Introduction to Fiscal Framework – World is Changing should India change too?
The government has succeeded in reducing the burden of the fiscal deficit from 4.5 % of the GDP to the current level of 3.2% of the GDP. The Governments all around have changed the policy of their country in the face of the Global financial crisis and have taken measures like quantitative easing, negative interest rates, bond buyback programs etc. to boost the economy.
The Government has also maintained a good Debt to GDP ratio and although this has been high compared to other emerging economies, it has not reached unmanageable levels. India has also been very willing to meet its debt obligations and hasn’t defaulted on loans to external debtors even during near crisis like situations in 191 and 1993.
The Government’s both the States and the Center however have a vulnerability too – They haven’t been able to collect enough revenue to meet their running costs. Hence the primary deficit – Difference between the Government’s revenue and its non interest expenditure is higher compared to other countries. Although many countries face a Primary deficit as after the Global Financial crisis the spending schemes have been greater and revenues lower. However their growth rates too are low. By comparison the Indian growth rate and the consequent primary deficit are abnormally high.
Fiscal Lessons from the States
The States have shown the way in fiscal prudence by reducing the revenue deficit to 0 and the fiscal deficit to 3% of their GSDP. The reason for this is reduction in spending schemes, greater outlay from the center, more expenses from the centrally sponsored schemes, reluctance in borrowing, reducing wasteful expenses etc. The majority of the states have managed to reach the targets set in their respective Fiscal responsibility legislation’s. The Center however should lead from the front by paring its own deficit and becoming a model for the state.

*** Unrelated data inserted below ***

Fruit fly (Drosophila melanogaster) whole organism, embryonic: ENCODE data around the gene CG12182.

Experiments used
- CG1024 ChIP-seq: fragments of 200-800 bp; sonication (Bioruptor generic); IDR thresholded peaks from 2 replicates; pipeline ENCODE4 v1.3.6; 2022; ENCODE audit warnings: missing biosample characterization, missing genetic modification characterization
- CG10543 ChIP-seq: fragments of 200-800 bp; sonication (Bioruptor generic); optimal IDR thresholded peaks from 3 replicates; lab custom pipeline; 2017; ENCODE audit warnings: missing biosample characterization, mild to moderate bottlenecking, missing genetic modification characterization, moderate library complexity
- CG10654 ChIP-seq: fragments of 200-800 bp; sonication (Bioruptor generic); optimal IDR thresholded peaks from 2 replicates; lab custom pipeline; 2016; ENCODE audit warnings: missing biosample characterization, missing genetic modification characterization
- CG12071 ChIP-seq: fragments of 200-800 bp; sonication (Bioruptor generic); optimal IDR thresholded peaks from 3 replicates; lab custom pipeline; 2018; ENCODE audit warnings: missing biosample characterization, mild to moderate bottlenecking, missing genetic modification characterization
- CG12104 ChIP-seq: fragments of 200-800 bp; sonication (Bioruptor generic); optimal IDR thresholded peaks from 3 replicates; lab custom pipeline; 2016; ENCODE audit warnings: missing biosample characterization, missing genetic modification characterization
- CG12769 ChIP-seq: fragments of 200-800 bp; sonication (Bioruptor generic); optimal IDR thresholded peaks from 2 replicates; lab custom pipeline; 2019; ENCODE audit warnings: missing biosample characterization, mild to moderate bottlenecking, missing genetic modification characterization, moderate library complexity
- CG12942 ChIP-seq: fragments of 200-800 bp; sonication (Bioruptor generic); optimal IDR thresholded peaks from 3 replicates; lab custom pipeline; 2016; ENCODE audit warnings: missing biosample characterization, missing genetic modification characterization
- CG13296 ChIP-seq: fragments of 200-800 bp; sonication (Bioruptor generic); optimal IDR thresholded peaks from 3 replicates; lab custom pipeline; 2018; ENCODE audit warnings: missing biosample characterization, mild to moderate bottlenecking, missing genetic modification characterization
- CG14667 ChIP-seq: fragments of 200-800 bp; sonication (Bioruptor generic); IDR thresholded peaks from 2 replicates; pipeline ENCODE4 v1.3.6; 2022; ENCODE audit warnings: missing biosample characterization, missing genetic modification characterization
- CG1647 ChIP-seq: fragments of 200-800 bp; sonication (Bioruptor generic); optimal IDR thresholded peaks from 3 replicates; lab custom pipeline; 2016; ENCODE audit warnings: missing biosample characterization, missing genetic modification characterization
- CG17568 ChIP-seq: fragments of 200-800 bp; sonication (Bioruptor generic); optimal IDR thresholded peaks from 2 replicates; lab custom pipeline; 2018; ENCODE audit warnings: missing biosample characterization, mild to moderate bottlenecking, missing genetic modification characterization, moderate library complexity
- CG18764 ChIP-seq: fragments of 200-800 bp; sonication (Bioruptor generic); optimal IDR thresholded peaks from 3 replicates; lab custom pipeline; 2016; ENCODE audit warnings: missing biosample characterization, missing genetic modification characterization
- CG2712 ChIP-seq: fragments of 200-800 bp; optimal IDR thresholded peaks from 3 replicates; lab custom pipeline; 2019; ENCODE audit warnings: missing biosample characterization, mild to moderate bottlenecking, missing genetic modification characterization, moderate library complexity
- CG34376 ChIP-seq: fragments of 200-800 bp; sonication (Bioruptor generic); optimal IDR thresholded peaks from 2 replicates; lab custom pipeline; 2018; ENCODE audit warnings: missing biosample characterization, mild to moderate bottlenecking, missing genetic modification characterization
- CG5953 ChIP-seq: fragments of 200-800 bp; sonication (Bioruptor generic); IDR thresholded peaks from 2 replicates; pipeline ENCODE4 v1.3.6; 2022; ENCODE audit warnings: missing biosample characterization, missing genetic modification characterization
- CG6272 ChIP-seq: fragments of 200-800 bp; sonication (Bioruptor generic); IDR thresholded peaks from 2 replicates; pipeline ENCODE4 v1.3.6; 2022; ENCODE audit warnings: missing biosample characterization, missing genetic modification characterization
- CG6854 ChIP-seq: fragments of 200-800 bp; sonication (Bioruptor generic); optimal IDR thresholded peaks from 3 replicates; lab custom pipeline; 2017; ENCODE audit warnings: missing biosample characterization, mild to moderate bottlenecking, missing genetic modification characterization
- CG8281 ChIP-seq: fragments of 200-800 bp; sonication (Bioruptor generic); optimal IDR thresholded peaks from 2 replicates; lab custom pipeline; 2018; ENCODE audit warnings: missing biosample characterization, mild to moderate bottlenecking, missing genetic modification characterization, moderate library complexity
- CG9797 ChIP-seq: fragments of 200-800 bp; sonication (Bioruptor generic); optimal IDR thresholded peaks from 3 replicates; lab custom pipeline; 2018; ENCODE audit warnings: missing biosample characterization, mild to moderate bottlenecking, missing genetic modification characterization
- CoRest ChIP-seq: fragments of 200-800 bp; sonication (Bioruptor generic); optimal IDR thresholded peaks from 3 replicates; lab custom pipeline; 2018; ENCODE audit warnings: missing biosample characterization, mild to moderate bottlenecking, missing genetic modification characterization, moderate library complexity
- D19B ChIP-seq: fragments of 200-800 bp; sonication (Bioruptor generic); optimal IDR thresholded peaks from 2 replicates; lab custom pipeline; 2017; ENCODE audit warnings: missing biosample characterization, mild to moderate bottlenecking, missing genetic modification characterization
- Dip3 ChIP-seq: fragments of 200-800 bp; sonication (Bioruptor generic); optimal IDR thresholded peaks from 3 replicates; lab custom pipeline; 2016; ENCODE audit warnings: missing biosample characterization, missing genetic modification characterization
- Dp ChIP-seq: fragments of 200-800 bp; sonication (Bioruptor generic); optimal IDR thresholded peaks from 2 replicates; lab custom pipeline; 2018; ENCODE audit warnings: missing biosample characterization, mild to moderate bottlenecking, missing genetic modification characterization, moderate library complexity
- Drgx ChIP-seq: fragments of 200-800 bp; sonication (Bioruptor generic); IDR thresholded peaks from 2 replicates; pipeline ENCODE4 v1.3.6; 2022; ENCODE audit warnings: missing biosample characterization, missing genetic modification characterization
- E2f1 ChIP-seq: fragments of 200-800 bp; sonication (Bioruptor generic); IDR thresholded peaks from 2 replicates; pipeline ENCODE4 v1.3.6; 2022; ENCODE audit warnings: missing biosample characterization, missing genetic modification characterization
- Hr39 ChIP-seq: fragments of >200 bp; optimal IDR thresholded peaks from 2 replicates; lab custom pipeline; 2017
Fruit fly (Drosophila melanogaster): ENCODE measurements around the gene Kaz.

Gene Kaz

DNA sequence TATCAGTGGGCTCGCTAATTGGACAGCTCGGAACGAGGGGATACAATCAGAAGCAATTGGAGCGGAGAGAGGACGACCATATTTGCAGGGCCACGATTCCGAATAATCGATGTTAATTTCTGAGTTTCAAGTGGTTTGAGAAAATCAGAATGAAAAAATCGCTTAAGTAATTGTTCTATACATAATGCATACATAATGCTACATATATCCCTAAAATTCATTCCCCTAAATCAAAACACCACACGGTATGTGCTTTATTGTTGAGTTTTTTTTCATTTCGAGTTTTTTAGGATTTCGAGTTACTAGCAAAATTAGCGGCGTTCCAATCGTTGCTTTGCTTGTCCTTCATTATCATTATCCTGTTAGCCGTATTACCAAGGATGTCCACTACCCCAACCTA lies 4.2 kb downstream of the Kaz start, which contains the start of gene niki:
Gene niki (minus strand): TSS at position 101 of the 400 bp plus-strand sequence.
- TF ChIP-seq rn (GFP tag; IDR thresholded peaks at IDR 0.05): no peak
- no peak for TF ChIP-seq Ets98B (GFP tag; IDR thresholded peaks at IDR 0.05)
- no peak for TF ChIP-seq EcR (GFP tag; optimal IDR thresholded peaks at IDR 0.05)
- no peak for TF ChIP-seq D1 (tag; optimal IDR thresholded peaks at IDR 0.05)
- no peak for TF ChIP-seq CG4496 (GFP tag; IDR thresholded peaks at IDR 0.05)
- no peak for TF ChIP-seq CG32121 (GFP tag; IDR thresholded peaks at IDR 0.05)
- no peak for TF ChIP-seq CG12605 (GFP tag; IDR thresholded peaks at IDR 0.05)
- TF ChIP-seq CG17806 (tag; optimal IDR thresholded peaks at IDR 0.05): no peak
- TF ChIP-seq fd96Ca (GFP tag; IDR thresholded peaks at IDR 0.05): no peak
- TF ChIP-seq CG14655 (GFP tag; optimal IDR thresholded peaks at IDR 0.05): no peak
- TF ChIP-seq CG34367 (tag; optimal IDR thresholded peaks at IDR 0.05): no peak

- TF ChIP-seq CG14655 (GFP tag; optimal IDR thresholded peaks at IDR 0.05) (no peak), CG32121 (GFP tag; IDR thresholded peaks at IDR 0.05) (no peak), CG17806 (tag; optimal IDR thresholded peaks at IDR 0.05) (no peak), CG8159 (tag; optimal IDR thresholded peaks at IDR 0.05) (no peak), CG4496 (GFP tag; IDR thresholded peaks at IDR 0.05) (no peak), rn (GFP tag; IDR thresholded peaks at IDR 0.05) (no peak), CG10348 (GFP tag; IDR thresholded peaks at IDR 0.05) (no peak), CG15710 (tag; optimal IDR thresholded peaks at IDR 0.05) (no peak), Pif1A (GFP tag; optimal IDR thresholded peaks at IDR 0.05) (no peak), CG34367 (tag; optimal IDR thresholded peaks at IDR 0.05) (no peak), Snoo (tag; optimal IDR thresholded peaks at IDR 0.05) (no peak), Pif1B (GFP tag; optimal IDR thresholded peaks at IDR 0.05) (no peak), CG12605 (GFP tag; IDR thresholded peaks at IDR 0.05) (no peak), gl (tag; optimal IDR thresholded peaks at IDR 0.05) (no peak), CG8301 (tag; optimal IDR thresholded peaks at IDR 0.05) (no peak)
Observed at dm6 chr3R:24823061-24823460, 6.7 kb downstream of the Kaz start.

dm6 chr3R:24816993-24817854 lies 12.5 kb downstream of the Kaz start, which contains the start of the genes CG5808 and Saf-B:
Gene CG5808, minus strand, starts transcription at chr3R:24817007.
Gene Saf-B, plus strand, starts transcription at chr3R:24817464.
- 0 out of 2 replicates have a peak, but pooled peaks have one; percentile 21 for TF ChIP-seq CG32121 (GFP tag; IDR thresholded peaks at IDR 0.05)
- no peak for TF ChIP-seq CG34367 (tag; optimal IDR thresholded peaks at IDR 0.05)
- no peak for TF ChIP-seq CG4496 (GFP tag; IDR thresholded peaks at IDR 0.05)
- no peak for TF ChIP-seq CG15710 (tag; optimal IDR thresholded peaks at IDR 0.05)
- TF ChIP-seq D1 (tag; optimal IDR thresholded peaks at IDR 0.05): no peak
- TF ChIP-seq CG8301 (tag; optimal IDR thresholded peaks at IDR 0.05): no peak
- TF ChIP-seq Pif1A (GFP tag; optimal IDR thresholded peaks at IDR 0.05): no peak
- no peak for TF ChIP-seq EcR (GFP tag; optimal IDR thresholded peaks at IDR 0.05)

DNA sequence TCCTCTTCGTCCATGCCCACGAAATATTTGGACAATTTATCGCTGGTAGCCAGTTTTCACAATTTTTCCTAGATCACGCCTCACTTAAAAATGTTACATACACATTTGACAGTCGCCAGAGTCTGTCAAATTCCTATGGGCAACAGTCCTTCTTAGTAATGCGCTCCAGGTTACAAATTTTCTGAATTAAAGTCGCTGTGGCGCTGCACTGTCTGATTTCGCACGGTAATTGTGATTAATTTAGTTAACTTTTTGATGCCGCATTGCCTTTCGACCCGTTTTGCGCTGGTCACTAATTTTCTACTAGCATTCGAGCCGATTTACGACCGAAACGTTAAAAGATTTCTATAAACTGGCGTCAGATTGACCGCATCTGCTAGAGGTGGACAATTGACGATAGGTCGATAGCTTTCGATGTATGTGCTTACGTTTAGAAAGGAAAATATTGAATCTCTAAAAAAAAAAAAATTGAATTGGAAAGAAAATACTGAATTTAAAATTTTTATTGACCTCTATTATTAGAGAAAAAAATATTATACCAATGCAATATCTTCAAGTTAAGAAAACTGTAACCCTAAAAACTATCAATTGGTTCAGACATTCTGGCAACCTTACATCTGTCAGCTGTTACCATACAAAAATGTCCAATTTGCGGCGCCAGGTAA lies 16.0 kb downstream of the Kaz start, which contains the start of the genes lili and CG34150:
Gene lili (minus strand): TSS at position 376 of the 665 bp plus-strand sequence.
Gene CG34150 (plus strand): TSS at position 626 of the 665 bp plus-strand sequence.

The reason for the increasing need to maintain fiscal discipline in the state’s finances is that the 7th Pay commission, increase in bond payments from UDAY bonds, other expenses shall increase for the states. This time however they shall not be able to maintain the high growth rate that they did earlier.
The 14th Finance commission had rolled back the incentive provided by the 13th Finance commission of giving monetary incentives to states who had good fiscal performance. There should be a consideration to go back to this system.
Clothes and Shoes – Can India reclaim low skilled Manufacturing?
Sectors such as manufacturing of leather and textiles can boost Indian economy in two ways. It can provide jobs to semi and unskilled workers on a large scale and second it can boost employment of women and employment of rural youth. Manufacturing also has a second advantage that it can create jobs in the service sector too [three times more].
Certain factors that favor India in this are the appreciation of yuan and China’s labor problems. This means Indian manufacturing can become competitive if India agrees to have a stable taxation regime, sign free trade agreements with major buyer nations like EU and US. This shall make Indian made clothes competitive compared to Vietnam and Bangladesh the nearest competitors.
The reason for targeting leather and apparel sector is also because the relation between the investment needed and the subsequent output in terms of jobs and also the impact in terms of bringing social change. The East Asian countries too have relied on this sectors for their growth stories in the post war period. In some of these nations the growth of the apparel, footwear and the leather sectors was as high as 50% every year and this boosted their economies. The female literacy, fertility rates, participation in the labor force also moved in a positive direction after the boost to the apparel sector.
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Q1:China has lost out its manufacturing competitiveness due to
Q2: GDP is released by the
Dept of revenue
Office of economic advisor
Q3:Highest job to investment intensity is in
apparel and footwear
Q4: The challenges faced by the leather and apparel industry are
lack of FTA with markets
Cattle slaughter ban
Q5: Primary deficit is
revenue income and expenditure difference
government revenue and non interest expenditure difference
revenue and capital expenditure